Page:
The Seventh Circle: Existing Outside of Capitalism and Inside the Unconventional

From the outside-chipping beige paint, rickety chain-link fence and a sticker-tattered door, the joint looks like any old house you’d pass by in Denver, but what waits behind the immediate exterior is something locally treasured — the Seventh Circle. Before entering the venue, the rough yet emotive music can be heard from the back. Walking through the barrier of entry — a front door plastered with stickers — a quick flash of a five-dollar membership card and an optional donation is all that’s needed to get into the show. To those more familiar with $20 minimum ticket prices, not including the cost of drinks, it feels alien to walk into a live music space with such ease.


Navigating past the scarcely-labeled bathroom and the charming old fan that vigorously spins on the ceiling, the music leads attendees to the heart of the venue: a stage that shouldn’t be defined by its size, as its small appearance fails to stand as a testament to the amount of energy that radiates from it.

A warm breeze flows from the gaping mouth of the garage, carrying with it the sweet cacophony of music bleeding from the stage. Looking around, disassociating from the identity of an audience member, a pure sense of community can be seen. Faces bearing the full spectrums of age and gender identity can be seen laughing between shared drinks and head banging. Reimmersed as a member of the observed crowd by the intensity of the music, it’s clear that something unique resides in these walls.

Seventh Circle Music Collective has come to be a staple in independent music, housing hardcore and punk shows in an independent fashion that sets it apart from any other venue in Denver. Focused on creating a space for independent artists to get their start and fans of any age to step into the live music scene, the DIY venue has become “Denver’s CBGB” to many, as volunteer Lucyfer explained.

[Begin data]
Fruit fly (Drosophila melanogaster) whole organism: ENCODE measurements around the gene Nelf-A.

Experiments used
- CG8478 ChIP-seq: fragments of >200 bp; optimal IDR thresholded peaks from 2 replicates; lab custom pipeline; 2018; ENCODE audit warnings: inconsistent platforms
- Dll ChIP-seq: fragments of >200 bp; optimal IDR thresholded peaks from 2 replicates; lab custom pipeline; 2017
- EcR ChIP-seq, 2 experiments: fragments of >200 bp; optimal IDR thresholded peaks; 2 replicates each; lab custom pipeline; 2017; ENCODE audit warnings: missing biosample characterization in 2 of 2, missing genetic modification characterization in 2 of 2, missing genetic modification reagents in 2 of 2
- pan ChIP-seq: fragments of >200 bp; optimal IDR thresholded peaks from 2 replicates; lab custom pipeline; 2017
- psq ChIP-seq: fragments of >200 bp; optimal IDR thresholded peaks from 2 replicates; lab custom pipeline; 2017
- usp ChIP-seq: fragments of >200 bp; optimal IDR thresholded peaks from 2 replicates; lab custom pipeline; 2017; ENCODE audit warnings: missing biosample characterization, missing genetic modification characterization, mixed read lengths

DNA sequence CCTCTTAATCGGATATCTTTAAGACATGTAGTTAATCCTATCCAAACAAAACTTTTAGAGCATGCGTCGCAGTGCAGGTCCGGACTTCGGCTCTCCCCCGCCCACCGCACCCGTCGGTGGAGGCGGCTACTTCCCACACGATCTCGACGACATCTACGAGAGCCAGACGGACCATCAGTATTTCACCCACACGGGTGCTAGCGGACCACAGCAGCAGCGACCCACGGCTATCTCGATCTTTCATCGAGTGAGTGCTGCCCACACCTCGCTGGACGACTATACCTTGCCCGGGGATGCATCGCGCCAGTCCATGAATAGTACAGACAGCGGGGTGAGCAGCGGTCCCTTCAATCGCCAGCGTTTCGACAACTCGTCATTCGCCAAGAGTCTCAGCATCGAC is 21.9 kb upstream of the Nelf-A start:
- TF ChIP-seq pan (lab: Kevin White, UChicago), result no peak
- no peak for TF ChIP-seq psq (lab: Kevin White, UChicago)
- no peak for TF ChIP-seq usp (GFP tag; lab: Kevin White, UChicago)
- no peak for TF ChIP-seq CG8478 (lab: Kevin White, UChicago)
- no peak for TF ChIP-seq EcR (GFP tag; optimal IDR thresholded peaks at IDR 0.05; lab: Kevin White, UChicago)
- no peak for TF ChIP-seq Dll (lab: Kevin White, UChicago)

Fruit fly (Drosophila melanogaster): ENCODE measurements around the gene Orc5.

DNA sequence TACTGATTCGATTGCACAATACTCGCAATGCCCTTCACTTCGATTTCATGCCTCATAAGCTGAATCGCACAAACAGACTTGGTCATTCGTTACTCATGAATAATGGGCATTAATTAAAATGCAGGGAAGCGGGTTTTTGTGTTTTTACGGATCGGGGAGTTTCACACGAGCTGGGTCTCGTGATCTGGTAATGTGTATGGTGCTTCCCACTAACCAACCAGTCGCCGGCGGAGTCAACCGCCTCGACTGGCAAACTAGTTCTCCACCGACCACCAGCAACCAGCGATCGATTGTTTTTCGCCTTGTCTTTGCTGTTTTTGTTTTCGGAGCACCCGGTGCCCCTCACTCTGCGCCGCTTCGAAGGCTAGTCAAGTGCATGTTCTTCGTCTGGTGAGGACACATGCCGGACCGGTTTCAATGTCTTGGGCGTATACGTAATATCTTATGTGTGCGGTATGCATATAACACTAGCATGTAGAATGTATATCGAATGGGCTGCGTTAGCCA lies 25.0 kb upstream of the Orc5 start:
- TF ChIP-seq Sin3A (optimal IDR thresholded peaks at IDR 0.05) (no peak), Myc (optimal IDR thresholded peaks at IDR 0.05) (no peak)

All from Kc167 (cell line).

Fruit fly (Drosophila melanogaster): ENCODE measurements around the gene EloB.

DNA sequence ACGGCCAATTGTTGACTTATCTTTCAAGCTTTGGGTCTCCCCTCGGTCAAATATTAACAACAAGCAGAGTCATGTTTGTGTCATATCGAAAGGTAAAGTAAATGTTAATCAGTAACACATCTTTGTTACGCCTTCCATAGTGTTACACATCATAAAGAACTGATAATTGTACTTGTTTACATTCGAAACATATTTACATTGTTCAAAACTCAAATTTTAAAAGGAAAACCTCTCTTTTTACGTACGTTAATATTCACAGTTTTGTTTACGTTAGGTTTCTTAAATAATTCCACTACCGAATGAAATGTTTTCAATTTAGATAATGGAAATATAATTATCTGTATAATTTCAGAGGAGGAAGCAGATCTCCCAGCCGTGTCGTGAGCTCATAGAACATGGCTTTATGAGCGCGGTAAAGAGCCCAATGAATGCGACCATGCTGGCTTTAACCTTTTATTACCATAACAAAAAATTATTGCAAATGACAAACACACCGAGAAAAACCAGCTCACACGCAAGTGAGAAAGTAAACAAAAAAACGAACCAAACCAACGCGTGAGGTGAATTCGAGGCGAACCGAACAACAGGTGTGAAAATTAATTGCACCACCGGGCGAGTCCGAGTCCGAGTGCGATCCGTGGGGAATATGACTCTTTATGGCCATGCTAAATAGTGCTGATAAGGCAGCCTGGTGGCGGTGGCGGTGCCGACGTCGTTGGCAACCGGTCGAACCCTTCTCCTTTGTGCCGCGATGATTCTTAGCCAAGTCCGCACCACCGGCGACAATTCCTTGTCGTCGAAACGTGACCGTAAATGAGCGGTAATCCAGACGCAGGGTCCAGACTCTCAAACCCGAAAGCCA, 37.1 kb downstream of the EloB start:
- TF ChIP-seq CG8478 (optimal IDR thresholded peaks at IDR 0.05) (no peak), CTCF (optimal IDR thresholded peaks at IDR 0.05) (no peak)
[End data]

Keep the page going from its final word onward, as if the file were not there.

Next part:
“My main goal is to keep 7C inclusive and diverse. I want 7C to be a safe space for everyone, a little oasis in this world, a place to express who you are with no judgment and a place where you have a support system,” she went on to say. Lucyfer has been involved at Seventh Circle since 2015, contributing to an integral part of what makes the space unique — its stacked team of volunteers running it.

Beginning its live music journey in 2005 under the name “Blast-O-Mat,” the location took up the name “Seventh Circle” in 2012. Hosting a variety of underground shows each week, the venue is (mostly) free of the confines of capitalism that traditional venues are chained to. “Seventh Circle is a space that exists outside of capitalism as much as we are able to. We have to pay rent and make repairs, but outside of that, it is all volunteer-run and the majority of the money we make each night goes to the bands,” volunteer Perry Froelich said.

Froelich, who has been volunteering at Seventh Circle coming up on ten years this fall, expressed how the hierarchical structure of the venue makes way for a community that, at its core, is committed to the love of live music and the community surrounding Seventh Circle. Lucyfer resonated with Froelich’s assessment of how the space operated, commenting, “It is the one space that isn’t pressure-cooked by capitalism and just lets you exist freely.”

Since its conception in the early 2000s, Seventh Circle has operated as a collective run by volunteers. Long-time volunteer of the space, Aaron Saye, who began working with Seventh Circle at its start as Blast-O-Mat, described how he watched the demographic shift with the prevalent music scenes at the time: from classic, leather jacket-wearing, spiky-haired punks to hardcore rockers and electronic music enthusiasts, the venue has remained a space of inclusion for all people to enjoy music. 

“We’re a place people connect with, a community hub and a safe space for anyone who needs it, as opposed to just a building people go to in order to see bands play — a building they have no connection with separately from the night the band they want to see is there,” Saye expressed. 

Volunteers at the venue fill the roles of booking shows, filing the venue’s taxes, managing venue memberships and deciding on the many issues that need to be addressed as a democratic group. Carrying the weight of operating such a space comes with its challenges, but is made worth it by the value that the unique DIY space offers to the larger music scene in Denver. 

Faced with the many responsibilities that are placed on the shoulders of its volunteers, Froelich reflected on the root of what makes all the efforts put into Seventh Circle worthwhile. “We all like cool art, and do our best to add value to each other’s lives. Some people want to use it as a stepping stone, but for most of us, just being able to have a space like this is enough. Simply being enough is pretty cool.”

Seventh Circle hosts all-ages shows every week at their location at 2939 West 7th Avenue. It costs $5 for a yearly membership which grants access to any show. Donations are graciously accepted and encouraged with each attendance.

All photography by Roxanna Carrasco